How to Spend a Weekend in Abergavenny
How to Spend a Weekend in Abergavenny
Abergavenny is sometimes known as ‘the gateway to south Wales‘, but this descriptor doesn’t really do it justice – this thriving little market town is a great holiday destination all by itself!
Set in the shadow of the breathtaking Brecon Beacons National Park, Abergavenny is the perfect place to spend a weekend enjoying beautiful scenery, leisurely strolls and fascinating history.
And the best thing? A trip to Abergavenny doesn’t have to break the bank. There are plenty of ways to while away a little time here that are cheap or even free! Here’s a guide on how to make the most of a weekend in wales on a budget.
The first thing to do is find your accommodation! From boutique hotels to rental apartments, you’ll have your choice of places to stay in Abergavenny. If you fancy the freedom a fully self-catered option, why not look into renting one of the many holiday cottages that dot the town?
Particularly picturesque, a short stay at one bed, two person cottage starts from as a little as £200. Alternatively, hotels in the centre of town start from around £70 a night in the peak summer season. The Great Western, a pretty, Victorian hotel is a popular pick. For something in between, a traditionally B&B offers a cosy and low cost experience.
All that travel will probably have made you hungry, so after checking in, it’s time to head for dinner. The Crown pub offers good value meals and a wide selection of beers and ales, as well as the usual wines, spirits and soft drinks.
Regency 59 is very popular among fans of Indian food, with a number of vegetarian and vegan options all for reasonable prices. Pick a Pizza is popular with locals for its cheap and tasty pizzas, or for more a wider Italian menu you can always plump for Prezzo. Add in a couple of glasses of wine and that’s a pretty successful first day.
Start the day with a visit to what is probably Abergavenny’s most famous attraction – Abergavenny Castle and Musuem. Explore the ruins of the ancient fort, founded by a Norman lord, Hamelin de Balun, in 1087. Once you’ve got a feel for how this imposing structure would once have looked, head inside to the museum, where you can learn all about the history of both the castle and the town, from ancient times to the present day.
Installations in the museum include a recreated Victorian kitchen, traditional green grocers, saddler’s workshop and a World War Two air raid shelter. Admission to the castle and museum is free, so you can save some of your budget for souvenirs in the gift shop.
The grounds of the castle are a popular place picnicking, but if you don’t fancy packing any sandwiches, head to one of Abergavenny’s plethora of cheap and cheerful cafes. Luigi’s Cafe offers lunchtime standards like toasties and paninis, as well as coffees and teas and a range of cakes. Another popular spot is Harry’s, where you can tuck into a hearty carvery roll filled with roasted meats like pork, gammon and beef.
Next, set off towards Goytre Wharf, an area of outstanding natural beauty featuring a historic canal. Here, you can take a stroll along the canal side or take off on one of the many hiking trails through the surrounding forest.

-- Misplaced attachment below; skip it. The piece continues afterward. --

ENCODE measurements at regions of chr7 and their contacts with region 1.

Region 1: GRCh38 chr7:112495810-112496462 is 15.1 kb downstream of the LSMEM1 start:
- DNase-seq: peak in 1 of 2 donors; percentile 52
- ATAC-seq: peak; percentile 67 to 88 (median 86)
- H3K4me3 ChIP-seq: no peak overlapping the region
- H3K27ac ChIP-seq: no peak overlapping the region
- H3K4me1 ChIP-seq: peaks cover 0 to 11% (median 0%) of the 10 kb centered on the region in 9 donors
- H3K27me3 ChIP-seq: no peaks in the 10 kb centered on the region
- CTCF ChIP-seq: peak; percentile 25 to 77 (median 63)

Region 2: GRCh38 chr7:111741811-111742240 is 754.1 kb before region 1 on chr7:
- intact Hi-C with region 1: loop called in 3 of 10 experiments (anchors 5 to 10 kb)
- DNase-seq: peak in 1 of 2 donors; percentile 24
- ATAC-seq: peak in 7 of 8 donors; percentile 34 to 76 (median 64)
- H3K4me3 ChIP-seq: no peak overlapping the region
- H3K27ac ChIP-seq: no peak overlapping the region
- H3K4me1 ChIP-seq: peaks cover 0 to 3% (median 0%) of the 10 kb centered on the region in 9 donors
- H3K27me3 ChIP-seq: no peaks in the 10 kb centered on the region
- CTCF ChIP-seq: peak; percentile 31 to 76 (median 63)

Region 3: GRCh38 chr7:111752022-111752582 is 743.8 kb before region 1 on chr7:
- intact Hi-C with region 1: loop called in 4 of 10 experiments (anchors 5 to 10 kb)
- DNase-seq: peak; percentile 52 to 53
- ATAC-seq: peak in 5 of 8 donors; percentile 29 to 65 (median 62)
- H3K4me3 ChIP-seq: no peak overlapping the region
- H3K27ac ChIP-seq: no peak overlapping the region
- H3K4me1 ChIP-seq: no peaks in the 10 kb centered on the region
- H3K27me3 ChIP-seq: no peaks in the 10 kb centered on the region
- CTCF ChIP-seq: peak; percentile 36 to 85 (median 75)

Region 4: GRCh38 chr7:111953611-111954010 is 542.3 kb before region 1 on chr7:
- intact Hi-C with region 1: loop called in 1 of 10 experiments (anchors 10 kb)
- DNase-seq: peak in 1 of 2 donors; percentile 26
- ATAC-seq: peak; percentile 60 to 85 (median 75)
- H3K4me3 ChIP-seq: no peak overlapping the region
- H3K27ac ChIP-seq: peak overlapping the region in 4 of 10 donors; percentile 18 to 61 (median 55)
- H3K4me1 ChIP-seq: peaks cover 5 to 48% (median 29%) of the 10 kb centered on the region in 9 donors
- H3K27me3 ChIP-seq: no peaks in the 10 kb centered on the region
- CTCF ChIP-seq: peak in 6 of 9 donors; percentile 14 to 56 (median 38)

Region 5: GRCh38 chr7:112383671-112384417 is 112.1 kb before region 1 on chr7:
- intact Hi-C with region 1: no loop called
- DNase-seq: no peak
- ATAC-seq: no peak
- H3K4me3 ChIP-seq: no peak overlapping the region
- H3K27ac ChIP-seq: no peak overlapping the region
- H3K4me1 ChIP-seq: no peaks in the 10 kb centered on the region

The Wharf is also home to the Blaenavon Big Pit National Coal Museum, once a working mine and now a heritage site and interactive museum. Entrance to the wharf and the Big Pit is free of charge, but if you feel like splashing the cash just a bit, you can also hire a boat or canoe from Redline Boats, based at the wharf. You can hire a boat for the whole day, but if you’re only in the area for the afternoon, a great, cheap way to enjoy a science cruise to hire a boat or canoe by the hour, and only pay for as long as you want.
Have dinner at the Kings Arms Hotel, a 16th Century coaching inn and friendly pub with a wide selection of hot and cold meals. After dinner, head to the Borough Theatre, just a stone’s throw away, to catch one of the professional and community led shows they put on all year round.
If nothing on the theatre programme tickles your fancy, stay on at the pub to sample the craft beers and extensive wine list. You can even liven up your night for free with the live music that the Kings Arms plays host to in its intimate side rooms.
No weekend visit to this particular part of Wales would be complete without spending some time in the famous Brecon Beacons National Park. This huge, beautiful natural landscape offers all sorts of activities for solo travellers, couples and families.
There are endless trails you can follow on foot or by bicycle. Enjoy a peaceful few hours fishing on one of the picturesque rivers, lakes and reservoirs, or try out a more high impact sport like kayaking or paddle-boarding.
You can even go sightseeing – underground! The Dan-yr-Ogof National Showcaves have stunning natural rock formations and well lit caverns to explore. All the natural wonders the park and the caves have to offer are free to enjoy on your own, but you can also book a guided half day tour of the caves for £40 for adults and £35 for children.
Finish your day out with a trip on the Brecon Beacons miniature railway – you can take the weight off your feet, and the kids are guaranteed to love it.